THE MIXER | EDITORIAL

Movies With Matvey Cherry

Elvis

Illustration by Paco May

According to Baz Luhrmann, Elvis was killed not by pills, not by Colonel Parker (his fraudulent manager), not by time, but by his eternal antagonist – love. Love for all of us.


Therefore, the Elvis movie is unlike, for example, the biopic about Morrison by Stone. It is not about drugs, not about a painful relationship with a mother or the shadow of a twin brother who died at birth, not about the injuries inflicted by the entertainment industry, which sell so well. This film is only about music and an integral part of it – the show.


Austin Butler, who plays the king of rock ‘n’ roll, at first only poses with his mouth slightly open (and resembles Justin Bieber), symbolizing either confusion or lust. It seems that the actor does not know how to play at all, but this is only at first. When the director gives him a guitar, and B.B. King a couple of philosophical tips, then it becomes clear that he is the anointed of the Muses. Priscilla is also good, looking like a dead bird. Tom Hanks is grandiose, though unrecognizable in makeup.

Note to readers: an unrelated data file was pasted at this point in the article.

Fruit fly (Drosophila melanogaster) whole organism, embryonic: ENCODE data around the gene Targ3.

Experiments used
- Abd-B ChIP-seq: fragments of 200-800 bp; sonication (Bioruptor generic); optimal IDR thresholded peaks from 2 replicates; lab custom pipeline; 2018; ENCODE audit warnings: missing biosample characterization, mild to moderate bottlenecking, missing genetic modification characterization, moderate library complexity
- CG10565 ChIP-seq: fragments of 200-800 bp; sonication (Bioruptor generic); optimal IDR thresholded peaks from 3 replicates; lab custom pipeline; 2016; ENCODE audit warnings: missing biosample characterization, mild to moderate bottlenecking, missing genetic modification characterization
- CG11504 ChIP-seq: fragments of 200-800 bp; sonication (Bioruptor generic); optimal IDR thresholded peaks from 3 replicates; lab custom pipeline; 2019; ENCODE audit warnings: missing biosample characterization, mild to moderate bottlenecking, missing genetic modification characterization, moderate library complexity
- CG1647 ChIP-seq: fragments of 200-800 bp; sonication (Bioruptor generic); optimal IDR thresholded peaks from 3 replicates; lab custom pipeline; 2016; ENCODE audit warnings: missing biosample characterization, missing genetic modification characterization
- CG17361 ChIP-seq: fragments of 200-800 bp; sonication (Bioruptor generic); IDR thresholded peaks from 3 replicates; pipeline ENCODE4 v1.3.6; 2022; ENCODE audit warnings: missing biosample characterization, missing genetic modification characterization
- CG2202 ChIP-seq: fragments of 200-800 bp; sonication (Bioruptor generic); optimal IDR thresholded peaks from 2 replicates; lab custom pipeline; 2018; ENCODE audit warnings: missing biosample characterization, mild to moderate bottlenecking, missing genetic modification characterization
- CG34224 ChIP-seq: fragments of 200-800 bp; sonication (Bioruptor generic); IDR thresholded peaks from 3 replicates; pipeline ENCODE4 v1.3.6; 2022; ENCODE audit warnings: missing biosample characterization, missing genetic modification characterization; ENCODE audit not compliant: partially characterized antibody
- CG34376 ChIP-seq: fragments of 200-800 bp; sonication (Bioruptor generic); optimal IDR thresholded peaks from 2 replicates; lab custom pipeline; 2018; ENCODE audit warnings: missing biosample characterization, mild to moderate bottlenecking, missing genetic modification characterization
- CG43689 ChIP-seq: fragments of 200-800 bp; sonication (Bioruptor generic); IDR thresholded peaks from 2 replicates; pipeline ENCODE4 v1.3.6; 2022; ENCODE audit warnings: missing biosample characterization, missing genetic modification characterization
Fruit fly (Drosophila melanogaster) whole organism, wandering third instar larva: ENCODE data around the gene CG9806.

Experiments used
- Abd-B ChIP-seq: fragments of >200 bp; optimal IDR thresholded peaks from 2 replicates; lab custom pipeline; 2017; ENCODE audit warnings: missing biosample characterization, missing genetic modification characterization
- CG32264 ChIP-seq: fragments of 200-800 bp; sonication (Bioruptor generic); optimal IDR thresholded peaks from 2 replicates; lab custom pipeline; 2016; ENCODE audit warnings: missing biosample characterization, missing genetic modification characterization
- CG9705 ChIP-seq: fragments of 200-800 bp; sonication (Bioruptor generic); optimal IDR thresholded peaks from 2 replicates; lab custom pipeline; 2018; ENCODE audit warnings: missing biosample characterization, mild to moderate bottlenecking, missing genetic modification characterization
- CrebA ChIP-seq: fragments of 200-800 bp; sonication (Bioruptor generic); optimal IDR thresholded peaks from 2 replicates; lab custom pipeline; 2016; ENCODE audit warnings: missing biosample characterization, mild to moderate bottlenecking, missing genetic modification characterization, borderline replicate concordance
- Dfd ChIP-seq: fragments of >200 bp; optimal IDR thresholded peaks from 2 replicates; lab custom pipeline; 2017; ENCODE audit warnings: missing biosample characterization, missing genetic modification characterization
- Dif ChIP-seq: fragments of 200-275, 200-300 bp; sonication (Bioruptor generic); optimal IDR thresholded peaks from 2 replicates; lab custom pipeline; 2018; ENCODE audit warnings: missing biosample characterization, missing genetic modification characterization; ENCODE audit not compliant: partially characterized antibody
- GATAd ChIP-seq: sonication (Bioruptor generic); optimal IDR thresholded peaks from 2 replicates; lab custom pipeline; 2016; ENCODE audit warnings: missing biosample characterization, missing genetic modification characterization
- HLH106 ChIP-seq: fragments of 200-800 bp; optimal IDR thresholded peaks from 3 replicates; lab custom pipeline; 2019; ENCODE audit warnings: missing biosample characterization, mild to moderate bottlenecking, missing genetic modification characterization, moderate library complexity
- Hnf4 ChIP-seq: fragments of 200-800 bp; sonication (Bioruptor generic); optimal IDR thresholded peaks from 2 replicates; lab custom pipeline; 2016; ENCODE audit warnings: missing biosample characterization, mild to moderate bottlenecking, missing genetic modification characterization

Luhrmann is clearly at his best. The author’s courage is hardly restrained by the facts of Elvis’ biography. In the end, Baz, of course, puts documentary footage from Elvis’ final performance in Vegas. “Unchained Melody” plays, Presley’s face already resembles a mask, but not his voice, not the passion that thunders inside of him. The earthly captivity is over, the king is ready for the Lisa Marie jet to take off towards eternity, just like a superhero.


I don’t know if it’s possible to die of love, but if so, it reconciles us with the fact that time goes by so slowly. Time can do so much.

Matvey Cherry

Artist

Paco May

Illustrator


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